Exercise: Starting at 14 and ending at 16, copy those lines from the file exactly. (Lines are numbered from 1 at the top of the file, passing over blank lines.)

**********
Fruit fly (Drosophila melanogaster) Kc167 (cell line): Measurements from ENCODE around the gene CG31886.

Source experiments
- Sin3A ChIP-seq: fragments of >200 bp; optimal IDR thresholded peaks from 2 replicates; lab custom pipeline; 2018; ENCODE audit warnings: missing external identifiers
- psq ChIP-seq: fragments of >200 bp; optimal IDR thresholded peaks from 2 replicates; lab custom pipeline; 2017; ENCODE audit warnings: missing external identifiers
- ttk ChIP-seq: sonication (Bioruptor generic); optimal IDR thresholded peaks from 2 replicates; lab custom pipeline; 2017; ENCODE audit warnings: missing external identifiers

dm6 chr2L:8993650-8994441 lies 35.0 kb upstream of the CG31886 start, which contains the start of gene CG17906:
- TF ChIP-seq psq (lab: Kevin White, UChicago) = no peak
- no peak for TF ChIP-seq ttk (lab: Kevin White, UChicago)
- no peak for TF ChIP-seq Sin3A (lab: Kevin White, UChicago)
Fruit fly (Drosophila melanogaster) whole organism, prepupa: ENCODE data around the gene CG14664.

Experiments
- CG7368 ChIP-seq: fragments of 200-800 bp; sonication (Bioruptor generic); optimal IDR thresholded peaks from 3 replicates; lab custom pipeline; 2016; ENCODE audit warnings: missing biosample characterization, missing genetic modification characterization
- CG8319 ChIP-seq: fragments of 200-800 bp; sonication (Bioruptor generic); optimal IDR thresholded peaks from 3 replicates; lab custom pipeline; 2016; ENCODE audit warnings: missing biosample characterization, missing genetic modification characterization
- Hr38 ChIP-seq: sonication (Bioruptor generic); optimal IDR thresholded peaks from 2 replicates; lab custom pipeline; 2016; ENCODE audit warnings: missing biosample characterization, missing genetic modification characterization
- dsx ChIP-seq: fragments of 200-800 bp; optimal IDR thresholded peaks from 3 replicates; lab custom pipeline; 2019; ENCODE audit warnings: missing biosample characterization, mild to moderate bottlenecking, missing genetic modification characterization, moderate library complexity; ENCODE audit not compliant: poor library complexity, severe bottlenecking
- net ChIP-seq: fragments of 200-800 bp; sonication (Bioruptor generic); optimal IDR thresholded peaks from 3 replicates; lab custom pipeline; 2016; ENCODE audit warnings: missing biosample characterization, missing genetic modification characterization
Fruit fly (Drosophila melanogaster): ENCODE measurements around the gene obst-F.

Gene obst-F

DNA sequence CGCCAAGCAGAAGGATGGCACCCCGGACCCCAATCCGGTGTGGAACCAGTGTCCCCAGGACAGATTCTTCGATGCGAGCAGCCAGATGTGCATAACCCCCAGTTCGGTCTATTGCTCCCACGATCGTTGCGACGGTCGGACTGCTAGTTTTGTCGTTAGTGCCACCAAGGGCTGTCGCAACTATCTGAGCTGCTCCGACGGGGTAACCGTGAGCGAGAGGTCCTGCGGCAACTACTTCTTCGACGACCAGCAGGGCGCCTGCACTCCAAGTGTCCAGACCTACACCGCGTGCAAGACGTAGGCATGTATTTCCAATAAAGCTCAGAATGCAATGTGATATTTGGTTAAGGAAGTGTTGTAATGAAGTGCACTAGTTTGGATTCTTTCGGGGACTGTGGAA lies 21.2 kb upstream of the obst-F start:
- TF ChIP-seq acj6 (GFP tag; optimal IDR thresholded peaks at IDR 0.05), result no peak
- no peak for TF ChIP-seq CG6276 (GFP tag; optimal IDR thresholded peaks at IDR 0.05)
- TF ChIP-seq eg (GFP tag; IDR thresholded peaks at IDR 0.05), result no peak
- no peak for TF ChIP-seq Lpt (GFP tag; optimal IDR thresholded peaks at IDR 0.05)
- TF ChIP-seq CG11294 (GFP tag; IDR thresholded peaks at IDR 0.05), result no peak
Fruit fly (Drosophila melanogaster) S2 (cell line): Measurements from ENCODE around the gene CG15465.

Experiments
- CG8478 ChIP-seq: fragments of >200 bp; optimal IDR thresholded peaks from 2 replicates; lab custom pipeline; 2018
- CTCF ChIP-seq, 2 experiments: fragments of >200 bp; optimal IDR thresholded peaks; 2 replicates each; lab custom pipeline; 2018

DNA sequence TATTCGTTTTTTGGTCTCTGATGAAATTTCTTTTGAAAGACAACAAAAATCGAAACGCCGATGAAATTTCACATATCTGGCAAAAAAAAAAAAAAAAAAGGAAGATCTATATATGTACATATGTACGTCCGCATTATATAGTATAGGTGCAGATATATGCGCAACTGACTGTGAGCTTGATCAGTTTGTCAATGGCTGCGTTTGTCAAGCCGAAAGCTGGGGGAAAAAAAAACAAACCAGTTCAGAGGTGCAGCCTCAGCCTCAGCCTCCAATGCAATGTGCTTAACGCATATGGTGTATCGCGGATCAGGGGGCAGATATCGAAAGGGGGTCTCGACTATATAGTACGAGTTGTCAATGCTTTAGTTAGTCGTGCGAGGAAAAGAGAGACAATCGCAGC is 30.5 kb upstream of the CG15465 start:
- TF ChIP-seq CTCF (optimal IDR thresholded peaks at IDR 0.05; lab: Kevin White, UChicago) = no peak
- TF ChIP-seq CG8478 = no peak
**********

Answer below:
- Hr38 ChIP-seq: sonication (Bioruptor generic); optimal IDR thresholded peaks from 2 replicates; lab custom pipeline; 2016; ENCODE audit warnings: missing biosample characterization, missing genetic modification characterization
- dsx ChIP-seq: fragments of 200-800 bp; optimal IDR thresholded peaks from 3 replicates; lab custom pipeline; 2019; ENCODE audit warnings: missing biosample characterization, mild to moderate bottlenecking, missing genetic modification characterization, moderate library complexity; ENCODE audit not compliant: poor library complexity, severe bottlenecking
- net ChIP-seq: fragments of 200-800 bp; sonication (Bioruptor generic); optimal IDR thresholded peaks from 3 replicates; lab custom pipeline; 2016; ENCODE audit warnings: missing biosample characterization, missing genetic modification characterization